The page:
Category Archives: Prisons

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Making prison needle exchange programs work in Canada – Part 4

This is the fourth of four unique perspectives on prison needle and syringe programs. It explains why such programs are essential, what is happening in Canadian and international prisons and how such a program can work. All were part of a Canadian Harm Reduction Network panel discussion in support of prisoners’ rights and justice at Toronto’s Ryerson University. Daniela De Santis is the Prevention Coordinator at Hindelbank Prison in Bern, Switzerland.

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Making prison needle exchange programs work in Canada – Part 3

This is the third of four unique perspectives on prison needle and syringe programs. It explains why such programs are essential, what is happening in Canadian and international prisons and how such a program can work. All were part of a panel discussion in support of prisoners’ rights and justice at Toronto’s Ryerson University. Sandra Ka Hon Chu is the Co-Director of Research and Advocacy at the Canadian HIV/AIDS Legal Network. She works on HIV-related human rights issues concerning prisons, harm reduction, sex work, women, and immigration.

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Making prison needle exchange programs work in Canada – Part 2

This is the second of four unique perspectives on prison needle and syringe programs. It explains why such programs are essential, what is happening in Canadian and international prisons and how such a program can work. All were part of a Canadian Harm Reduction Network panel discussion in support of prisoners’ rights and justice at Toronto’s Ryerson University.Dr. Ruth Elmwood Martin is a clinical professor in the University of British Columbia’s School of Population and Public Health, an associate faculty member in its Department of Family Practice, and member of its lead research faculty for its family medicine residency program and inaugural Director of its Collaborating Centre for Prison Health and Education.

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Making prison needle exchange programs work in Canada – Part 1

This is the first of four unique perspectives on prison needle and syringe programs. It explains why such programs are essential, what is happening in Canadian and international prisons and how such a program can work. All were part of a Canadian Harm Reduction Network panel discussion in support of prisoners’ rights and justice at Toronto’s Ryerson University. Julie Thomas is the Program Manager/Executive Director of Healing our Nations, an organization that teaches and supports 31 First Nations communities in the Atlantic region plus northern Labrador in the prevention of HIV/AIDS and related issues.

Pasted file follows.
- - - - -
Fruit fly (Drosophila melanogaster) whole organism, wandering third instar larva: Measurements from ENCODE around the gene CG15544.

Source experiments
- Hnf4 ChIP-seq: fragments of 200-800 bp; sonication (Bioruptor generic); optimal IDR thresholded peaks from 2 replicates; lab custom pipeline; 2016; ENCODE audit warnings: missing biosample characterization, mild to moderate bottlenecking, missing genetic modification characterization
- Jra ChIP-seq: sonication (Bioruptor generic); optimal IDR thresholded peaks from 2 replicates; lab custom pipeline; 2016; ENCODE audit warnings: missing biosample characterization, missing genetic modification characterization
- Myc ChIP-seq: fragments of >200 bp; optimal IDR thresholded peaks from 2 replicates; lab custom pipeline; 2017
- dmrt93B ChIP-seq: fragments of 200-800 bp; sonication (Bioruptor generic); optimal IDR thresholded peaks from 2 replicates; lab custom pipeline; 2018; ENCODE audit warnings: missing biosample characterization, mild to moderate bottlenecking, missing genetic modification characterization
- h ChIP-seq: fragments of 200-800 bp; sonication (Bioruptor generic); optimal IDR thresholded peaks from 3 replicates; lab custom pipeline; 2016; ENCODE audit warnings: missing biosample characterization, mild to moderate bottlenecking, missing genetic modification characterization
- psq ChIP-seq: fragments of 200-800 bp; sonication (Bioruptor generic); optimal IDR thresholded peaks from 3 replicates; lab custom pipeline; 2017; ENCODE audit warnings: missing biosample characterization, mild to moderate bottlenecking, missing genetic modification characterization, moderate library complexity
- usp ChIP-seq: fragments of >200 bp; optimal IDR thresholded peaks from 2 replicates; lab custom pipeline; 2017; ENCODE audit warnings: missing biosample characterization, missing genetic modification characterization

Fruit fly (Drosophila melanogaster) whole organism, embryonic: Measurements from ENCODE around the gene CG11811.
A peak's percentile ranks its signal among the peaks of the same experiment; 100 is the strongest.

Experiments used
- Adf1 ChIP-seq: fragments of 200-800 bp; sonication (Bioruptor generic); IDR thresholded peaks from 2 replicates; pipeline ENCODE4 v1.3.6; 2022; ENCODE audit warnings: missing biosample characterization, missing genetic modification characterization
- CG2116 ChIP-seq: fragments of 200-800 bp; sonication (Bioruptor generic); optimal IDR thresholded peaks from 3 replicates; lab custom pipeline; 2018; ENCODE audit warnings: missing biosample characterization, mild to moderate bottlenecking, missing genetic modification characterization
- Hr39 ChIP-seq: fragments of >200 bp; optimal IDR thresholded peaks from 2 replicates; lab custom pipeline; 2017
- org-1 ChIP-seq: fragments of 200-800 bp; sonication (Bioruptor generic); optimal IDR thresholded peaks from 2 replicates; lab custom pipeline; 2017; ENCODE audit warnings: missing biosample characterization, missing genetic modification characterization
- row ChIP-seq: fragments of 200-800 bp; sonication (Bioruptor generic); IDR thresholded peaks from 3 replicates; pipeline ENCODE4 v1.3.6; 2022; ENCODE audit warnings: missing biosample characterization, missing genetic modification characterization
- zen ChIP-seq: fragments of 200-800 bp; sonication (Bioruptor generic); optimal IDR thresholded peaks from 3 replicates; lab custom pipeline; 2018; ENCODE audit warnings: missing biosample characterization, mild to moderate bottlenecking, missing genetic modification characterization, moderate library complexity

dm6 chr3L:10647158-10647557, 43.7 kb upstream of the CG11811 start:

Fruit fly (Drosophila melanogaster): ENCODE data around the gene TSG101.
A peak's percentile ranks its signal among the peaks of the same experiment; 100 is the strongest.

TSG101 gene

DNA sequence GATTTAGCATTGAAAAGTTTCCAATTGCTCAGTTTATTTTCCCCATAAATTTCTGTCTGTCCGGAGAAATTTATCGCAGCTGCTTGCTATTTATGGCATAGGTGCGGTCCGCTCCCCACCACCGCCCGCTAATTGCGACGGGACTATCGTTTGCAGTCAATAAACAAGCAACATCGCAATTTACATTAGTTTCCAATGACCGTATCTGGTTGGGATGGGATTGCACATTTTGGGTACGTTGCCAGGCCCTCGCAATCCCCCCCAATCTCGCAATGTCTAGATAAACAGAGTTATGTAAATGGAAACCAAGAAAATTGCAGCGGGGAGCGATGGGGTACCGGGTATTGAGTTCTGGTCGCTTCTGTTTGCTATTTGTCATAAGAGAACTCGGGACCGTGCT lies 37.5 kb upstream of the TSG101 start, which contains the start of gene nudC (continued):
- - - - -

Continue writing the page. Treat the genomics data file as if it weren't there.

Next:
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Chip O’Connor, criminal lawyer, talks access to justice

This post is part of our Personal perspectives on access to justice series. Justice is not something you can hold in your hand, or put in the bank. It is neither concrete nor constant. The essence of justice is a proper balance between or among opposing or competing interests.Kingston lawyer Fergus J. (Chip) O’Connor was called to the bar in 1974. He opened his practice in Kingston a year later, and has dedicated his career since then to providing legal services to – and advocating for – prisoners at every level of Canada’s courts, often on a pro bono basis.

James Lockyer

James Lockyer on Wrongful Conviction Day

Wrongful convictions are an international problem. Our Association in Defence of the Wrongly Convicted decided there was a need for an International Wrongful Conviction day. Wrongful Conviction Day informs the general public, on an international level, that wrongful convictions have occurred, are occurring and will continue to occur in the future. There’s a need to change our system to uncover them and avoid them in future. James Lockyer, a principal at Lockyer Posner Campbell, is co-founder and lead counsel of the Association in Defense of the Wrongfully Convicted, an organization that advocates for the wrongly convicted.

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In honour of Wrongful Conviction Day: one wrongfully convicted person’s story

“As a wrongly convicted individual who has had the good fortune to finally be set free, I feel a need to do what I can to help free others. Simply put, wrong is wrong. We all have an obligation to right the wrongs which come to our attention…” Newfoundlander Ron Dalton spent more than eight years in prison, charged with second-degree murder of his wife. It stole 12 years from his life, and led to two trials, an appeal, a lawsuit a public inquiry into his case, and two other wrongful convictions.

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What will you do for Prisoners’ Justice Day?

Prisoners’ Justice Day has been observed every year on August 10 since 1975 to call attention to human rights and justice for prisoners. This year, the theme is mental health, and the Canadian Civil Liberties Association, LAO and the John Howard Society of Toronto will be hosting several leading legal activists for a day of […]